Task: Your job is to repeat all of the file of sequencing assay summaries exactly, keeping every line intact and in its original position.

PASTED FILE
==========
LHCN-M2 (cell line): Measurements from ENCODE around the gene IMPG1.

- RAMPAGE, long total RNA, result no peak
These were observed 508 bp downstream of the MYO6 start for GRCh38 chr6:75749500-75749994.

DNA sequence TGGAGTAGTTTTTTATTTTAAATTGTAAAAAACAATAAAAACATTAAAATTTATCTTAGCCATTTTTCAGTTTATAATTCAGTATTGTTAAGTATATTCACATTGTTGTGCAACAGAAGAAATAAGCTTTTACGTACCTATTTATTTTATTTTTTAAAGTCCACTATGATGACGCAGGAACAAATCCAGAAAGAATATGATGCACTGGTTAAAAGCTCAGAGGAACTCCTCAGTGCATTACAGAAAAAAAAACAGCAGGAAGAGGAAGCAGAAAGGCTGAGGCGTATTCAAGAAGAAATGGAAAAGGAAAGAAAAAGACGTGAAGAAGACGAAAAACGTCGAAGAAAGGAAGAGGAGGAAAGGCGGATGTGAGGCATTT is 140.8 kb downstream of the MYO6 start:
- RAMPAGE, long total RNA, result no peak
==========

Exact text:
LHCN-M2 (cell line): Measurements from ENCODE around the gene IMPG1.

- RAMPAGE, long total RNA, result no peak
These were observed 508 bp downstream of the MYO6 start for GRCh38 chr6:75749500-75749994.

DNA sequence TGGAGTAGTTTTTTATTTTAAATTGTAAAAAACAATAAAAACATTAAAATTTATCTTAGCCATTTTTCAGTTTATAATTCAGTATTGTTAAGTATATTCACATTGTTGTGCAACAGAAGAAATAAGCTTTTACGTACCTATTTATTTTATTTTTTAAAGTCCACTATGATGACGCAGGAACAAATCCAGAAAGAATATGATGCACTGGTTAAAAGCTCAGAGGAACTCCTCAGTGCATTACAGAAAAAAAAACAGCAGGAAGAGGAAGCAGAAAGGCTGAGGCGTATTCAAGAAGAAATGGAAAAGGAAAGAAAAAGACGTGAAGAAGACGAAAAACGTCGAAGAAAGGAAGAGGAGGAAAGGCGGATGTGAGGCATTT is 140.8 kb downstream of the MYO6 start:
- RAMPAGE, long total RNA, result no peak